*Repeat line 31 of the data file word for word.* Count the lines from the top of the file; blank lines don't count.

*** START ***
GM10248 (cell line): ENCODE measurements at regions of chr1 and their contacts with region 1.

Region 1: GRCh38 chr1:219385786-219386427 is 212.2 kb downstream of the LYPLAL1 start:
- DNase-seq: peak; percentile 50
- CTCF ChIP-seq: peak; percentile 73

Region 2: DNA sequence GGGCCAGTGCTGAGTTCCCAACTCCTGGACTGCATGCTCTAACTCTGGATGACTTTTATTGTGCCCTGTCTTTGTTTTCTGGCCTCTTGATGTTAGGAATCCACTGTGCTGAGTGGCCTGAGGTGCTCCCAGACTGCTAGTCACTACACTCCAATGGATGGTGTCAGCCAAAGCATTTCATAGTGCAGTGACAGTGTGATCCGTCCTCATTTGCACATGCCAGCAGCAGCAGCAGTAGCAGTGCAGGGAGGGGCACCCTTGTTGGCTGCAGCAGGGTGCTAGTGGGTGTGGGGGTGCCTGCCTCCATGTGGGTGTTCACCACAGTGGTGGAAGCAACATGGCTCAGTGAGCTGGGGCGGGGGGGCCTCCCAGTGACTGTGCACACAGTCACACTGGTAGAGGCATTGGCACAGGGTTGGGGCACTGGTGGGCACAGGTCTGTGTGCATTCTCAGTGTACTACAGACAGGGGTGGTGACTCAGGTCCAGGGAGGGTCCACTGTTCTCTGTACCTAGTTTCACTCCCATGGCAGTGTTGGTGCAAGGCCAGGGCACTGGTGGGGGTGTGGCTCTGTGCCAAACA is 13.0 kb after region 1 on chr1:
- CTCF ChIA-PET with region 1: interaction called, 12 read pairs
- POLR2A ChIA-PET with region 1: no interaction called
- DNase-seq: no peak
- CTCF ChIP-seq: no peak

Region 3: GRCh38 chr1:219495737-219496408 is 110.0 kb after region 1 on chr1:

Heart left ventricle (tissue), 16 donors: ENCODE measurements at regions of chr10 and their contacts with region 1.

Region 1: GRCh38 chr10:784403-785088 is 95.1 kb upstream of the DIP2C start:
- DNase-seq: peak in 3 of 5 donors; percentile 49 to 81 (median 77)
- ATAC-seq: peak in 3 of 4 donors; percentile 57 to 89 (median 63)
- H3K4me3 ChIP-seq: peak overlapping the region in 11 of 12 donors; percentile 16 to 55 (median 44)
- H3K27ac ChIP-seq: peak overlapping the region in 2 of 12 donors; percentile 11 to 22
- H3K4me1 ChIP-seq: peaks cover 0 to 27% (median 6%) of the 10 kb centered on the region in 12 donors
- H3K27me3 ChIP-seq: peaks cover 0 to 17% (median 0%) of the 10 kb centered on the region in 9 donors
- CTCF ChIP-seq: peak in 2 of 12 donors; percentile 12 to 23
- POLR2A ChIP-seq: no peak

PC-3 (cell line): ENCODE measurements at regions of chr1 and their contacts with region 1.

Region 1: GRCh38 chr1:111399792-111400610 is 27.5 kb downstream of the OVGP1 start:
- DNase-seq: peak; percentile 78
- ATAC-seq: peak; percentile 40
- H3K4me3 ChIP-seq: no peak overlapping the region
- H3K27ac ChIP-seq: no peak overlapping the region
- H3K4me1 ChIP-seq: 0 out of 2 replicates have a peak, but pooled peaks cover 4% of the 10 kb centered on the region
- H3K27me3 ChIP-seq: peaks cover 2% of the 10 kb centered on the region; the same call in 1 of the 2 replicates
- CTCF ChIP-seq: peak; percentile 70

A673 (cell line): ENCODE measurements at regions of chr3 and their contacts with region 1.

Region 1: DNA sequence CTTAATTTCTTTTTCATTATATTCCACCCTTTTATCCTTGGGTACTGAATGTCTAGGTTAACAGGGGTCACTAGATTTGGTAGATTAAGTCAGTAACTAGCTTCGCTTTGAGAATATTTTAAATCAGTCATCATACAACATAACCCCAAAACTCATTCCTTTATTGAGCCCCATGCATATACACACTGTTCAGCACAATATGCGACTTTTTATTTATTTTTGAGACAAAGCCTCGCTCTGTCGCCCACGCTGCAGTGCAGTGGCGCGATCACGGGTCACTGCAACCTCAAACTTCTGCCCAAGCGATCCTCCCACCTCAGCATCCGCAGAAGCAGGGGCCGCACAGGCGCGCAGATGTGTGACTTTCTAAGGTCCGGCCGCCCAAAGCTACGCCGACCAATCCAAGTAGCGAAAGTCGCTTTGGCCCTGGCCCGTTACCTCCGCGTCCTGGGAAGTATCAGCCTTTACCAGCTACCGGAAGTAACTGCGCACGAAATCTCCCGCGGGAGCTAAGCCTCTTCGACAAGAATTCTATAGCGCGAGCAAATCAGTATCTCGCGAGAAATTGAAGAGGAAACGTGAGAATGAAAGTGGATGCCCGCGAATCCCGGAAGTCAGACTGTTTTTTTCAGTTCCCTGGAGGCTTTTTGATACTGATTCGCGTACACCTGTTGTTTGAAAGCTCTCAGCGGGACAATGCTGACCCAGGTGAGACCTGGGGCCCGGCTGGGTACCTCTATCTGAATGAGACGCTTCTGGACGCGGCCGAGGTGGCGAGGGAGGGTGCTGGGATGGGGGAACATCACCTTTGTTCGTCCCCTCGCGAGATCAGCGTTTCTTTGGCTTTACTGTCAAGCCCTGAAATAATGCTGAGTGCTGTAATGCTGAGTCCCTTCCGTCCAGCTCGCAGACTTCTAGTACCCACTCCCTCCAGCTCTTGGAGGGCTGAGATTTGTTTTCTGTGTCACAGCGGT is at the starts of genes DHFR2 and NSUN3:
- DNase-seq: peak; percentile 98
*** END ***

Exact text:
Region 1: DNA sequence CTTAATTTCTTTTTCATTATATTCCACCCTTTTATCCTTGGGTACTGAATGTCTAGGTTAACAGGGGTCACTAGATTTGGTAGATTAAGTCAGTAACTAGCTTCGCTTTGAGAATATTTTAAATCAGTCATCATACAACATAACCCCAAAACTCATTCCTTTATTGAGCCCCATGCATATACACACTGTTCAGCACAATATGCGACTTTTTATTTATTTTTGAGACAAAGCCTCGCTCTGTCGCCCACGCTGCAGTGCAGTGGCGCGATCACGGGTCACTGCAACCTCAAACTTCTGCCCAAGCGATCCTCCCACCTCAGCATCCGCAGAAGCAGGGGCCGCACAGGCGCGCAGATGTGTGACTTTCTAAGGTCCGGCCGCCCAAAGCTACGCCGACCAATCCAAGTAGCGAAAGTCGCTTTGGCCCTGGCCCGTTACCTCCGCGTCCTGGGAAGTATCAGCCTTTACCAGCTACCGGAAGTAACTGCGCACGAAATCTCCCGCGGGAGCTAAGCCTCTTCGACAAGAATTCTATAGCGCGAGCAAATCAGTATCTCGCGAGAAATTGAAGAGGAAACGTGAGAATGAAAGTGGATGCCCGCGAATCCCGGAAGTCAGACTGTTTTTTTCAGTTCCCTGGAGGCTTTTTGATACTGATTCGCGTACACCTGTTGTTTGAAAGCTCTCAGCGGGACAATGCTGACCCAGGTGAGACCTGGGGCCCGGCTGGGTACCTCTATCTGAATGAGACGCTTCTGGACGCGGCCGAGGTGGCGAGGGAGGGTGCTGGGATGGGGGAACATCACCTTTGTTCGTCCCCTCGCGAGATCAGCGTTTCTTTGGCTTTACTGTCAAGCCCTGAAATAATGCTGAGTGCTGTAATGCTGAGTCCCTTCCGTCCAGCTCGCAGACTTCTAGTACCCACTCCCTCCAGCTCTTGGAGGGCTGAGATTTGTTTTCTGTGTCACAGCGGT is at the starts of genes DHFR2 and NSUN3: